Integration guide

We provide multiple APIs to help you integrate with PyPI; see API reference.

Many tools already integrate with PyPI, uploading packages or retrieving data; see the Python Packaging Guide’s tool recommendations.

Migrating to the new PyPI

Warehouse has now replaced the legacy PyPI site that was deployed at If your site/service used to link or upload to, it may continue to work due to redirects, but you should use instead.

You should also watch our status page and subscribe to the PyPI announcement list (low-traffic) to find out about future changes.

Here are some tips.


{name} is the name of the package as represented in the URL; for, you’d insert arrow wherever you see {name}.

  • If your client correctly follows redirects, you can replace in your links with and everything should just work. For instance, the project detail page{name} (with or without a trailing slash) redirects to{name}/.

  • Shorter URL:{name}/ will redirect to{name}/.

  • All APIs: access is HTTPS-only (changed in October 2017). And honors an Accept-Encoding: gzip header, whereas ignored it.

  • JSON API:{name}/json returns the expected JSON response directly. See JSON API.

  • XML-RPC API: See Changes to XMLRPC API. Will be deprecated in the future (no specific end date set yet); switch to the RSS or JSON APIs. If you depend on an XML-RPC call that our other APIs do not support, tell us.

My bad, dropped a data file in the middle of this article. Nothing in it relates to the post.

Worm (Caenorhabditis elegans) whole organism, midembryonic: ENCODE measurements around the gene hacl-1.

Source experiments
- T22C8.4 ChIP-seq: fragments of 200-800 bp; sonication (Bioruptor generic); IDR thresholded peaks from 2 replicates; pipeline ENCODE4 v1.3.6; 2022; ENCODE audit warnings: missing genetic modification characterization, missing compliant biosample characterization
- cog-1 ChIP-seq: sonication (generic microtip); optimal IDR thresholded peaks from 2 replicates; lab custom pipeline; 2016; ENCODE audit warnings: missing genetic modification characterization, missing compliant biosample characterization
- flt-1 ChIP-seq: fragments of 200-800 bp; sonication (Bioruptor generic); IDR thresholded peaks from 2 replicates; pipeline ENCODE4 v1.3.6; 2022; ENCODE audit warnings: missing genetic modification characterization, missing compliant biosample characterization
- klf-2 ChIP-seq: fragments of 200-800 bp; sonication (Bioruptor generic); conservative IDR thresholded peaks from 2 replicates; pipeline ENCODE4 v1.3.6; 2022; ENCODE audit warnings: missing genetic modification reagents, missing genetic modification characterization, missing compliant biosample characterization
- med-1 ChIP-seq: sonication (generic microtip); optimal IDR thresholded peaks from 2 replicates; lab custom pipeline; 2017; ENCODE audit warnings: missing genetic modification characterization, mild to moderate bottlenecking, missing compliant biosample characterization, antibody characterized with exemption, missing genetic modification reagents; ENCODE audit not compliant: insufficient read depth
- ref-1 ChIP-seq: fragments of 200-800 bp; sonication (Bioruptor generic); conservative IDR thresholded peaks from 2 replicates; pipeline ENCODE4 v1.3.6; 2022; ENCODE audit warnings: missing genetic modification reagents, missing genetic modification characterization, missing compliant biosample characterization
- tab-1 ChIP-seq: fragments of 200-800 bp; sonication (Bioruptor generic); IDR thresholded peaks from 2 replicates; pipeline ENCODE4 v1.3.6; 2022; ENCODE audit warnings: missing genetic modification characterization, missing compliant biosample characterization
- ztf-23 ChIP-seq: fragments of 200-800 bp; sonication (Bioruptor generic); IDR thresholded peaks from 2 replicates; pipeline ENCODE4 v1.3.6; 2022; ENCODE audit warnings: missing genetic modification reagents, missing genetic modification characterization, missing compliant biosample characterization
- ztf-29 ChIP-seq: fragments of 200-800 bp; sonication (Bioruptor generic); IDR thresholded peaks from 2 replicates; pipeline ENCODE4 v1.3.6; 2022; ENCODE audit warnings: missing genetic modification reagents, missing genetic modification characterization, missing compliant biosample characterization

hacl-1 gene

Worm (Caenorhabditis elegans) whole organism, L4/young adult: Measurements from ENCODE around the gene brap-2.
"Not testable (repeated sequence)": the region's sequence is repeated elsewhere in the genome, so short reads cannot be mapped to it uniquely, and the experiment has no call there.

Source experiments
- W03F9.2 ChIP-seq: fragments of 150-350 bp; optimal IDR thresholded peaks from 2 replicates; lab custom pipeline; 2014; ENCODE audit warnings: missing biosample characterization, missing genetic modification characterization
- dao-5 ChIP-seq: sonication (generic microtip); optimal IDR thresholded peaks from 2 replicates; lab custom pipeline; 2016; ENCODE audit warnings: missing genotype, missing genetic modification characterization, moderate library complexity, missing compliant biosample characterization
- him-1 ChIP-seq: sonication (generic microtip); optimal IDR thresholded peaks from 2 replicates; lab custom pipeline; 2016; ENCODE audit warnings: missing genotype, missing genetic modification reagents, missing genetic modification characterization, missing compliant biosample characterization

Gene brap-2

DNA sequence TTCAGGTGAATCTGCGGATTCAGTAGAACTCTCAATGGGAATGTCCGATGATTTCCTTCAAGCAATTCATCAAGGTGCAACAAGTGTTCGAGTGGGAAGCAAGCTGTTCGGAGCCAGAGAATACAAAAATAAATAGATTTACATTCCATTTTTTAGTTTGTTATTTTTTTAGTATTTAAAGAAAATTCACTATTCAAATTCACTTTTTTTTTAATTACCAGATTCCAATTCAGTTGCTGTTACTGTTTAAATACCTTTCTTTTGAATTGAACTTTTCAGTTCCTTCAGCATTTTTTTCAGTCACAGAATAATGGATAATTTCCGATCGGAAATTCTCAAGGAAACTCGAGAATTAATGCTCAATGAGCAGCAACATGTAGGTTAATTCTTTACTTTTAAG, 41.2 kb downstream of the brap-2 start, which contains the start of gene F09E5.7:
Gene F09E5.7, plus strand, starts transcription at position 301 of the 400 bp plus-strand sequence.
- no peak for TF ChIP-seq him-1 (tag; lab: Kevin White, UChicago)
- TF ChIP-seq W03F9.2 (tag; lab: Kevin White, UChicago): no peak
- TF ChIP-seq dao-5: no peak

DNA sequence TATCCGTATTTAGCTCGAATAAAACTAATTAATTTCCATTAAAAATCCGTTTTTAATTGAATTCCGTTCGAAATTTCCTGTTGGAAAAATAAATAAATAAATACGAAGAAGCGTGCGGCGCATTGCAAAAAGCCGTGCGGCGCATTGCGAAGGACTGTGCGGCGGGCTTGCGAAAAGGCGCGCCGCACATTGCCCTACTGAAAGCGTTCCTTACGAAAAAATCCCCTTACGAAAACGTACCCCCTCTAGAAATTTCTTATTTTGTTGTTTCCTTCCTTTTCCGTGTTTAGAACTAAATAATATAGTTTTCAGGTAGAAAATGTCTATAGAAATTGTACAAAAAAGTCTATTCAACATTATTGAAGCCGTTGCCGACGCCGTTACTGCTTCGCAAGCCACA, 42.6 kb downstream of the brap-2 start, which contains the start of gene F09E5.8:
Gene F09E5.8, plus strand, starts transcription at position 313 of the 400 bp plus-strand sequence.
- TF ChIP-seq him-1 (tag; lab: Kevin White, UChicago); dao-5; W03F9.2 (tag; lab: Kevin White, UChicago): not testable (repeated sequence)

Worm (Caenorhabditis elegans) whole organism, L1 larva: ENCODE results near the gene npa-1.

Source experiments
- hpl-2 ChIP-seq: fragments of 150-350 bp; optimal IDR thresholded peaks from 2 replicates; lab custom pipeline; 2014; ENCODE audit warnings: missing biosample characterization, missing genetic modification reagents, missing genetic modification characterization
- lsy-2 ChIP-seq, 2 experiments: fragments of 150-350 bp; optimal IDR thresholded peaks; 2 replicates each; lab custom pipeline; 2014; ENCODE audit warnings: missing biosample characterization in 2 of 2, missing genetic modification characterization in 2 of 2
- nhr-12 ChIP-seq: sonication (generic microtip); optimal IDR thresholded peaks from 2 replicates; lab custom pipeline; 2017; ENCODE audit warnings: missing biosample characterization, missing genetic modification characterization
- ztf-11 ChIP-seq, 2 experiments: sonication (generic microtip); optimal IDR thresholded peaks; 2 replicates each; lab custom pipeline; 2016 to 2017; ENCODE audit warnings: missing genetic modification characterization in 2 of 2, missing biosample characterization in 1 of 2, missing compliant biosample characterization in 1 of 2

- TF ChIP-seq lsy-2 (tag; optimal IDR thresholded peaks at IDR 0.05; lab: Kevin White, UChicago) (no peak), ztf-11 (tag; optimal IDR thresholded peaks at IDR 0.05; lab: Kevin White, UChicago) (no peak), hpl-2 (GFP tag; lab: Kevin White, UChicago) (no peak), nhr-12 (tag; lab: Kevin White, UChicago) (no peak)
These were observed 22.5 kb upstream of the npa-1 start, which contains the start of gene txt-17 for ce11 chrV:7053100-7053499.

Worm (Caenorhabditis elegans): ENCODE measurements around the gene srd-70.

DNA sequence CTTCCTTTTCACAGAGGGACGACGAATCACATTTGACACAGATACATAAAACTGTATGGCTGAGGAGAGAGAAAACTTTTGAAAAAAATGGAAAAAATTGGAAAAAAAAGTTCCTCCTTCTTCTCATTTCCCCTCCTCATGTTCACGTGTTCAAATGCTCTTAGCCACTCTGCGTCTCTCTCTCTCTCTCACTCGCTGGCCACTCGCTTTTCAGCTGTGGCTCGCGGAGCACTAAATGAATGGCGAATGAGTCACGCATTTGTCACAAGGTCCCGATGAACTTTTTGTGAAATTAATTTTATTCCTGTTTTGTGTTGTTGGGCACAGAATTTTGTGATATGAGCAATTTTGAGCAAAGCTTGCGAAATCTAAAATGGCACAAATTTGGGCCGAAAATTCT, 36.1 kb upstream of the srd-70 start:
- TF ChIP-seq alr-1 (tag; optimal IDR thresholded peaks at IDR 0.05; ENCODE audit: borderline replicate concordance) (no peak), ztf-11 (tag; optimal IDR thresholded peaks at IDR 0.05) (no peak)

• Packages/updates RSS feeds: redirects to, and redirects to See Feeds for descriptions. The data differs from the legacy feed data because the new feeds are standards-compliant and fix inaccuracies in the publication date.

  • Documentation upload: Users can no longer use doc_upload in the API to upload documentation ZIP files, separate from packages, to be hosted at (discussion).

  • User-Agent Filtering: Some client user agents were filtered to always use, a temporary deployment of the legacy PyPI codebase, regardless of brownouts or redirects, in order to give them extra time to migrate. On 30 April 2018, was shut down, so all clients use regardless of their User-Agent.

  • Subscribe to the PyPI announcement list (low-traffic).

If you’re a PyPI end user or packager looking to migrate to the new PyPI, see the official Python Packaging User Guide on migrating to PyPI.

Querying PyPI for Package URLs

When copying a download link from, you get a URL with a random hash value in it.

This hash value is calculated from the checksum of the file. The URLs on PyPI for individual files are static and do not change.

Official guidance

Query PyPI’s JSON API to determine where to download files from.

Predictable URLs

You can use our conveyor service to fetch this file, which exists for cases where using the API is impractical or impossible. This is for example the case for Linux package maintainers, as package build scripts or package metadata expect static URLs in some cases.

URLs can be constructed as follows, with wheel file names following PEP 491#file-name-convention.

host = ''

def source_url(name, version):
    return f'{host}/packages/source/{name[0]}/{name}/{name}-{version}.tar.gz'

def wheel_url(name, version, build_tag, python_tag, abi_tag, platform_tag):
    wheel_parts = {
        tag: re.sub(r'[^\w\d.]+', '_', part, re.UNICODE)
        for tag, part in locals().items()
    wheel_parts['optional_build_tag'] = f'-{wheel_parts["build_tag"]}' if build_tag else ''
    filename = '{name}-{version}{optional_build_tag}-{python_tag}-{abi_tag}-{platform_tag}.whl'\
    return f'{host}/packages/{python_tag}/{name[0]}/{name}/{filename}'


$ curl -I
HTTP/2 302

As you’ll note, it is just a redirect to the canonical file.